The use of AR and the diagnostic significance of this technique in rhinological conditions have been demonstrated in a number of papers. Assessments of the nasal cavity (especially the first 6 cm) via AR correlate with computed tomography (CT) and magnetic resonance imaging (MRI) findings [1]. Acoustic rhinometry allows for a non-invasive measurement of the nasal space. Unlike RMM, AR helps assess the structure of the nasal passages via introducing a sound signal into the nostrils. Depending on the type of the device, this signal can be in the form of a single acoustic pulse or can be generated continuously. The sound reflects off the nasal passage walls, nasal septum, and the nasopharynx and returns towards the sound source, where it is recorded with a microphone. The result of the assessment is in the form of a graph illustrating the size (cross-sectional area) of the nasal passages along their course (Figure 1). The AR curve (or rhinogram) is plotted against a horizontal axis (representing the distance from the sound source into the nasal cavity) and a vertical axis (representing the cross-sectional area of nasal passages). Importantly, the results should be interpreted based on the specific segments of the rhinogram rather than any points on the axes. The nasal valve (isthmus nasi) and the anterior end of the inferior concha are of crucial importance in AR result interpretation. Under normal conditions, the smallest cross-sectional area of the nasal cavity is at the nasal valve; its value below 0.28 cm2 in AR indicates septal deviation. Conversely, in the case of a positive NPT result, the smallest cross-sectional area of the nasal cavity is at the anterior end of the inferior concha – which is a target site of allergic reaction.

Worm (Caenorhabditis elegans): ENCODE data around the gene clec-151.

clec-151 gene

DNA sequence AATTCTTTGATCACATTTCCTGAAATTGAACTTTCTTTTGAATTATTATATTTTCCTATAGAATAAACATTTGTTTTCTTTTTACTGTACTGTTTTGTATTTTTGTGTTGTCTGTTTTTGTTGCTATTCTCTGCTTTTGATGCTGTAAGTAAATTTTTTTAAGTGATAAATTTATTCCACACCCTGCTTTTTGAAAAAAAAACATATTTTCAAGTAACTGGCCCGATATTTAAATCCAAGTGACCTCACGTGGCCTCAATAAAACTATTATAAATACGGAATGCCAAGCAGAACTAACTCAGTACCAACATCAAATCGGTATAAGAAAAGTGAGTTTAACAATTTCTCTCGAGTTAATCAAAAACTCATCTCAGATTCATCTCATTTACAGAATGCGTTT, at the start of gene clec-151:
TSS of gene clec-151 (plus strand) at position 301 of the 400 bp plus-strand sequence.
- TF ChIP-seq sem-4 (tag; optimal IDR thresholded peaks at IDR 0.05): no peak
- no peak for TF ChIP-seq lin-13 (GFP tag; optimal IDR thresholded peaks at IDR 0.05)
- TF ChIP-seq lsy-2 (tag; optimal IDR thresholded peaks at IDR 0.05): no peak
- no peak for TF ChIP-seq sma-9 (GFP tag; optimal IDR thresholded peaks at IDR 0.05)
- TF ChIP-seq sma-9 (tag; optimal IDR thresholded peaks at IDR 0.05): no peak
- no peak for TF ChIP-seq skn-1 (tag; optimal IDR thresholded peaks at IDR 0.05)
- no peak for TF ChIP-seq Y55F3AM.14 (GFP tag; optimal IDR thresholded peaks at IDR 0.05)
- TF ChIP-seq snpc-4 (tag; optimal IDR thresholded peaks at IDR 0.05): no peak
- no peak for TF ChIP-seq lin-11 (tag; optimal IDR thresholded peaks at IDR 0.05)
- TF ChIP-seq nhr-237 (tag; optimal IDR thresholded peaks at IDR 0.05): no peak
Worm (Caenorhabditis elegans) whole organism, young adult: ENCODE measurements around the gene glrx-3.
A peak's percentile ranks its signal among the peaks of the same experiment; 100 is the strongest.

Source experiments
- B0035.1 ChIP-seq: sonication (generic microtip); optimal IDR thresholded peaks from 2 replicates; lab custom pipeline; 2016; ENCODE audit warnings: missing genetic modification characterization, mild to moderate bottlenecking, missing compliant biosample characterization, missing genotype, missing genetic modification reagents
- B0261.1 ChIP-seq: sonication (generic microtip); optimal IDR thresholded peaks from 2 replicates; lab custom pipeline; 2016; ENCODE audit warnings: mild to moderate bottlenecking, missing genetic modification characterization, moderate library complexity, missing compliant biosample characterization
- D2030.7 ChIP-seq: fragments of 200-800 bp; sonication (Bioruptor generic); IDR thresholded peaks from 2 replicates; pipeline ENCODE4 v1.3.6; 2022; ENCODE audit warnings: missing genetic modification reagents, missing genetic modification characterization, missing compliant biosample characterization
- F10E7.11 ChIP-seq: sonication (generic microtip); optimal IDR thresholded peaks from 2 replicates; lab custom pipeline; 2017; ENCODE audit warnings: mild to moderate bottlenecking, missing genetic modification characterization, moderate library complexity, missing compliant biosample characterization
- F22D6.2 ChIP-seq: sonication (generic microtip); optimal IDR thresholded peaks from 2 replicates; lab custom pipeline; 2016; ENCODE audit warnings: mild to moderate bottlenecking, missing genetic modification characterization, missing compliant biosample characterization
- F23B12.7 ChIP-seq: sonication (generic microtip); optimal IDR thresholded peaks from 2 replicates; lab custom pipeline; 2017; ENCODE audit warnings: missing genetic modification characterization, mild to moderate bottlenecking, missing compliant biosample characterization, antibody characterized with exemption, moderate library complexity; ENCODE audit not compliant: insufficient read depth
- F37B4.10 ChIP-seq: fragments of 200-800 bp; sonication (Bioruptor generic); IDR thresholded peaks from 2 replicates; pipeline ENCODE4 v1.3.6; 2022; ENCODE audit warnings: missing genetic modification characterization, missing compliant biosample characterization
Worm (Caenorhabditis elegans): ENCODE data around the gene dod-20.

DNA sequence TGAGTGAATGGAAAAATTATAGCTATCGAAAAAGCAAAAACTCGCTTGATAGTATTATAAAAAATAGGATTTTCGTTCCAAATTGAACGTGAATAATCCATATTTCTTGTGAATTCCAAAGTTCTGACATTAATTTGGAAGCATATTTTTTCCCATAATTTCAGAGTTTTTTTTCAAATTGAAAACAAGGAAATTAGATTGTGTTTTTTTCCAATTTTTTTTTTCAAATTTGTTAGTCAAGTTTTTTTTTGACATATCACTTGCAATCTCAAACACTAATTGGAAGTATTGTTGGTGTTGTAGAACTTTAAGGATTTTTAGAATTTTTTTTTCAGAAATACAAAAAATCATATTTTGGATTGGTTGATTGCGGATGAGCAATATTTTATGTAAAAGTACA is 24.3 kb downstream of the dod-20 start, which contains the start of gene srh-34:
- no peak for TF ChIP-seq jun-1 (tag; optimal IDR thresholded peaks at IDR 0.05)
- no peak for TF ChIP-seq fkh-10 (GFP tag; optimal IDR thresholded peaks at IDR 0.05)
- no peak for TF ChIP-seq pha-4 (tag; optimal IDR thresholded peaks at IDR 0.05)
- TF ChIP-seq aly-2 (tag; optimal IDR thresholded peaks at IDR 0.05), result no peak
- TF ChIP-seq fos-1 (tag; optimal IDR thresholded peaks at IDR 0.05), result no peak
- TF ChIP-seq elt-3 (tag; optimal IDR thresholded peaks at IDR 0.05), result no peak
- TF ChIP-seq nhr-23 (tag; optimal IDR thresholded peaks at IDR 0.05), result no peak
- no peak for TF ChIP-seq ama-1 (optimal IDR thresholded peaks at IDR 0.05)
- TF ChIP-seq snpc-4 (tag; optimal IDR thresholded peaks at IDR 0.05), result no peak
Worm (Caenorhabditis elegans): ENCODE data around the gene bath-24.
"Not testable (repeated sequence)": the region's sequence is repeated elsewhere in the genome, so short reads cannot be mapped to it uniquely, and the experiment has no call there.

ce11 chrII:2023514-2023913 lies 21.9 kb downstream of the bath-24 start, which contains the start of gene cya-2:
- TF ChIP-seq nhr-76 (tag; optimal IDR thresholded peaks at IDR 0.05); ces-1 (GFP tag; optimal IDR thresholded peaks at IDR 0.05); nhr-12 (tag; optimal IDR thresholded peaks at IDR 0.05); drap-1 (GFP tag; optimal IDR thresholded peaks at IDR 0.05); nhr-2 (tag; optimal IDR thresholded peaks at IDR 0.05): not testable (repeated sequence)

Acoustic rhinometry in allergen-specific nasal provocation testing